Cisco’s space cowboys
A few years ago Cisco Systems CEO John Chambers realized that he needed to prepare a counterattack to the growing threat of software-defined networking, a new kind of technology that allowed companies to control networks using software, rather than the high-end routers and switches that Cisco built its name on.
With billions of dollars in company coffers, Chambers could have acquired a startup to get in the game. He also could have asked some of the thousands of engineers employed by his company to tackle the project. Instead, he elected to persuade several semiretired Cisco executives to leave their lives of leisure and take on, as the archetypal plot of so many action films suggests, one last job.
“I wasn’t planning to do anything,” says Mario Mazzola, a 67-year-old entrepreneur who helped found four companies that were acquired by Cisco. Setting aside dreams of lounging by the water on Italy’s Amalfi Coast, Mazzola rejoined longtime engineering colleagues Prem Jain, Luca Cafiero, and Soni Jiandani, and set up shop in an old, nondescript building on Cisco’s San Jose campus.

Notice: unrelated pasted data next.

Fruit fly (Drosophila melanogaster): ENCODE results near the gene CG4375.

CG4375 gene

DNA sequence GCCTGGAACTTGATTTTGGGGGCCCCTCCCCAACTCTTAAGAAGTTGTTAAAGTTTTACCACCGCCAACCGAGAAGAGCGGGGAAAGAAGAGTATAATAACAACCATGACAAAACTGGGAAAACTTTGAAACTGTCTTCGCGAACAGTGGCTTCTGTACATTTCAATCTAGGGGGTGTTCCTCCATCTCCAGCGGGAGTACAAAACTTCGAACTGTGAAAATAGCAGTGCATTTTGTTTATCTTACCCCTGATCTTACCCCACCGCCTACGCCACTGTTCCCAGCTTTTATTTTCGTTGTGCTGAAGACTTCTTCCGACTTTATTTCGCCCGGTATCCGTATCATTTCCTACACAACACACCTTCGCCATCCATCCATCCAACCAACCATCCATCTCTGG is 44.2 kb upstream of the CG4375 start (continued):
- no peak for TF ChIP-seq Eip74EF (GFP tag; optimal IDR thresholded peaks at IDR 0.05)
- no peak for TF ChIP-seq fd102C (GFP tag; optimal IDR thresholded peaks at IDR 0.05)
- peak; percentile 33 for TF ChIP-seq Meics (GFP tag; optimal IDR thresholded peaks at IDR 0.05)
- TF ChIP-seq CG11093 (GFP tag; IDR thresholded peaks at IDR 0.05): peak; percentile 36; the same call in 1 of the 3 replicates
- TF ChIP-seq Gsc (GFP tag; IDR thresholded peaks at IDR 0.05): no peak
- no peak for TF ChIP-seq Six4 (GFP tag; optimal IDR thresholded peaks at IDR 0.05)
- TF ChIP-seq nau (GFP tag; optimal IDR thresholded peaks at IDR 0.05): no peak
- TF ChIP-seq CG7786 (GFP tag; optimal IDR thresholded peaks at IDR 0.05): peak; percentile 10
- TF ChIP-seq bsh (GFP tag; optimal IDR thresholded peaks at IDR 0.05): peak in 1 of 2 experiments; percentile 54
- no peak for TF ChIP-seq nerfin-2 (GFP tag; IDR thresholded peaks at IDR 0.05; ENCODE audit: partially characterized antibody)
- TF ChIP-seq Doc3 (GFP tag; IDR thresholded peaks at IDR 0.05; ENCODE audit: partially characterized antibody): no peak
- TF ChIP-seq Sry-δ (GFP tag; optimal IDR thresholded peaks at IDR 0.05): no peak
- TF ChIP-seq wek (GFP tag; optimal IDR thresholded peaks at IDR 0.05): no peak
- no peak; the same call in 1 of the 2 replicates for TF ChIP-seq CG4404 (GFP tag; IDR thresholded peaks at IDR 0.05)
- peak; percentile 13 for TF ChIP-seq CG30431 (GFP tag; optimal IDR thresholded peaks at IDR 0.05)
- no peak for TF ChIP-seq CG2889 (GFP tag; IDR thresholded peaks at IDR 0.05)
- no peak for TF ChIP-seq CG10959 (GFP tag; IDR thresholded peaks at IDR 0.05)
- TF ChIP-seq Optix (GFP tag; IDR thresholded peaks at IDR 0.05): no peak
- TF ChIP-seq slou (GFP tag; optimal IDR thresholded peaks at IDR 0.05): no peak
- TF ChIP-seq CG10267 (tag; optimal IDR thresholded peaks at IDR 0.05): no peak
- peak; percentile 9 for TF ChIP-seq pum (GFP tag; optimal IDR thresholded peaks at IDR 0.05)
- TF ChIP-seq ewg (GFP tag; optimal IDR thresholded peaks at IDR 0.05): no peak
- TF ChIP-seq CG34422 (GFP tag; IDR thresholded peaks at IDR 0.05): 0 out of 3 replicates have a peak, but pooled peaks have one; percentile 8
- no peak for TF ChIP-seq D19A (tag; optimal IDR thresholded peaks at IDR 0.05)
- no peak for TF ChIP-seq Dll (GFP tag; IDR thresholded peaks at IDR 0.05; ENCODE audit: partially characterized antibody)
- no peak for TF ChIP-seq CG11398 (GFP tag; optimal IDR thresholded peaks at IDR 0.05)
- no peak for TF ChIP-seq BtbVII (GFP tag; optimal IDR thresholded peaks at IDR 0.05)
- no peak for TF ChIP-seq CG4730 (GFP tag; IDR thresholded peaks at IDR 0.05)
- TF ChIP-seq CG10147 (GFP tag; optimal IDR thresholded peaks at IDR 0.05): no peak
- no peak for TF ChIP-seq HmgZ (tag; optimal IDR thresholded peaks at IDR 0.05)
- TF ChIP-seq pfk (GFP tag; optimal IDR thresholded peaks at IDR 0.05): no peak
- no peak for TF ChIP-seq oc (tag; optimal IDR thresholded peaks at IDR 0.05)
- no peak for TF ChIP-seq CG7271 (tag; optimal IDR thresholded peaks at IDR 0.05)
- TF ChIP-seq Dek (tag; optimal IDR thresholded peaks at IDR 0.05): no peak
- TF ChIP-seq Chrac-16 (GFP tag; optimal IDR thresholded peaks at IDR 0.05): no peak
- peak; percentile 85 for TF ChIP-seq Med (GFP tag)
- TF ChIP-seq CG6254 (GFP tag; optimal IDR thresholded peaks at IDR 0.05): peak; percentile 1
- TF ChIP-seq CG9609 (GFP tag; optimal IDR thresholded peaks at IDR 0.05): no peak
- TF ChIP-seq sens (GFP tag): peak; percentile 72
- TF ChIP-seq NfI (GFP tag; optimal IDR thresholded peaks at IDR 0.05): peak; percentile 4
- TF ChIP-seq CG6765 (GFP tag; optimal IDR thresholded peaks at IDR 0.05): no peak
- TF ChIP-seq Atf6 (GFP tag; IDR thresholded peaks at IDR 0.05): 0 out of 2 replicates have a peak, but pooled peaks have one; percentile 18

Step one? Staff up by hiring engineers from rivals Arista Networks and Juniper Networks. Step two? Introduce to the world Insieme Networks, the latest in a string of successful “spin-in” companies the team has created and sold to Cisco. “The idea was that we could do software-defined networking in a way that is much better than what the competition can provide,” Mazzola says.
The stakes couldn’t be higher. Cisco’s trajectory during the past few years has been bumpy at best. Though the company has long been a leader in innovation, it missed the rise of SDN, as it is called, which threatens Cisco’s hardware dominance by moving network control to the software layer, allowing companies to use cheaper equipment. In short, Mazzola and his team weren’t tasked just with creating a new market for Cisco, but doing so without cannibalizing its moneymaker. (No pressure.)
Chambers’ dream team believes its technology trumps the alternatives because it allows for control of both physical and virtual networking equipment, thus offering more visibility across a company’s network. But the competition isn’t lying down. Arista Networks is headed by Cisco veteran and Mazzola protégé Jayshree Ullal. Longtime partner VMware has rolled out its own network virtualization platform. And relative upstart Facebook is leading efforts to open-source networking equipment.
It’s a critical moment for Cisco. The Insieme experiment puts a spotlight on its ability to build new products at the expense of its legacy business. If it fails, Cisco may not get its Hollywood ending after all.
This story is from the December 23, 2013 issue of Fortune.